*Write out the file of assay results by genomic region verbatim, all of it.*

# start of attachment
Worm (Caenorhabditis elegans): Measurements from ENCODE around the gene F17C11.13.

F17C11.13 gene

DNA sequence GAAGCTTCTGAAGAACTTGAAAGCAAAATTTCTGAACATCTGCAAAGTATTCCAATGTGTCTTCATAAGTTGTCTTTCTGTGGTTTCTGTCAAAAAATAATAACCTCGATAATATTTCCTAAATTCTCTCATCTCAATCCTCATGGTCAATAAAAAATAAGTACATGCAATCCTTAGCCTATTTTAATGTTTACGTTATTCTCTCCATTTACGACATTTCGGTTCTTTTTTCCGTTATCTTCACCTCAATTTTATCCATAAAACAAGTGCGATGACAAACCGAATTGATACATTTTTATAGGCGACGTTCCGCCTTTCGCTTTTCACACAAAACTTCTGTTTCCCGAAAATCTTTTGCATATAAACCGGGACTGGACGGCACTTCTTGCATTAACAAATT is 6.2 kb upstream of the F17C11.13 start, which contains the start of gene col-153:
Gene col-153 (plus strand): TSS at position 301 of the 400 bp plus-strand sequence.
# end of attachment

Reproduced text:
Worm (Caenorhabditis elegans): Measurements from ENCODE around the gene F17C11.13.

F17C11.13 gene

DNA sequence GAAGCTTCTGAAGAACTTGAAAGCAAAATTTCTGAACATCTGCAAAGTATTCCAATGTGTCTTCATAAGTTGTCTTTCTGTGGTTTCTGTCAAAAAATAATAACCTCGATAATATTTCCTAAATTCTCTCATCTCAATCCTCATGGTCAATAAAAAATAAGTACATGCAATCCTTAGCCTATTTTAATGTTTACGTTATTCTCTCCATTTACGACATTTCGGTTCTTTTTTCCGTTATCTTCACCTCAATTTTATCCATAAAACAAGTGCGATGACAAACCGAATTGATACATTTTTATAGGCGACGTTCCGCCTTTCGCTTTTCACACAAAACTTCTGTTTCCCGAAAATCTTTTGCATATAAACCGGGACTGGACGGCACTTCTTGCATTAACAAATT is 6.2 kb upstream of the F17C11.13 start, which contains the start of gene col-153:
Gene col-153 (plus strand): TSS at position 301 of the 400 bp plus-strand sequence.